Even wealthy San Francisco struggles
San Francisco, America’s model H.I.V.-fighting city, has worked hard to extinguish the last embers of its epidemic. It may not be enough.
In the 1990s, the city had over 2,000 new infections a year; it has driven that figure down to about 200. “But we’re plateauing,” said Jeff Sheehy, a former city supervisor and longtime AIDS activist who is H.I.V.-positive.
“We’ve hit a wall. All the gay white boys in the Castro are on PrEP or linked to care, and now we have to reach the hard-to-reach.”
Twelve percent of young gay men in the city’s ubiquitous homeless population are infected. Some undocumented immigrants fear deportation and avoid city clinics. Many H.I.V.-infected women in the city have histories of drug use, beatings and rape; they are too traumatized to organize their lives around pill-taking.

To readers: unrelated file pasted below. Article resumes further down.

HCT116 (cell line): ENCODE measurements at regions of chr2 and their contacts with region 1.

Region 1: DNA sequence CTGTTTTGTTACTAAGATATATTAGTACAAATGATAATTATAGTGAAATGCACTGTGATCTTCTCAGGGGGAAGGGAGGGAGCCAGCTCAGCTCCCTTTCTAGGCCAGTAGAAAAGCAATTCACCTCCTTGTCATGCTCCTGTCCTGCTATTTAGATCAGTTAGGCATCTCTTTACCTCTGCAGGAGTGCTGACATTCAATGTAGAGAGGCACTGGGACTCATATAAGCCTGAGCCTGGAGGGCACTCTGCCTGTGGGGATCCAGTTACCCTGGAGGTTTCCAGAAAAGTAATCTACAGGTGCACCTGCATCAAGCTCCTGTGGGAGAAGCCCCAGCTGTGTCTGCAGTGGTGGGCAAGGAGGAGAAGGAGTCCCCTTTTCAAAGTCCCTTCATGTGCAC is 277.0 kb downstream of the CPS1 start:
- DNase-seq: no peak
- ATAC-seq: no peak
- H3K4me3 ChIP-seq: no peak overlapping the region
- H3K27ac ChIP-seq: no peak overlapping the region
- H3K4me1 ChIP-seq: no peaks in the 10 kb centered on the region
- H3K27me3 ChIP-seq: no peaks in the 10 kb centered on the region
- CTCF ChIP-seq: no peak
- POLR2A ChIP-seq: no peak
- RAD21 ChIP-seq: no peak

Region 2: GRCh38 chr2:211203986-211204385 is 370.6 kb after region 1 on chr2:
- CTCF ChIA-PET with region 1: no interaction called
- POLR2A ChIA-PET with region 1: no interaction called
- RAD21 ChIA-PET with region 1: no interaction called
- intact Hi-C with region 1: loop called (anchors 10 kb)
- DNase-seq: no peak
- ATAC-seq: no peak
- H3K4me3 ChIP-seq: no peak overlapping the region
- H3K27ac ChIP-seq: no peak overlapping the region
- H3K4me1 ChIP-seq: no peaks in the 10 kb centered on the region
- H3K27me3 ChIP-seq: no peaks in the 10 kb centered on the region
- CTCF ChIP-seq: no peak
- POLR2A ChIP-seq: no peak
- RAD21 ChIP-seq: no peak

“H.I.V. is now a disease of poverty, and you can’t separate it from people’s other issues,” Mr. Sheehy said. “When you have schizophrenia and are homeless and use heroin to get to sleep and speed to wake up, H.I.V. is just one of your problems.”
In response, San Francisco has a corps of “navigators” who visit homeless encampments and bang on doors in downtown residential hotels to find and physically escort elusive clients to doctors’ offices and pharmacies.
The city employs case managers who fill out complex insurance and Medicaid paperwork to pay for drugs and lab tests. It has opened a “trauma-informed” clinic exclusively for H.I.V.-positive women who have suffered abuse.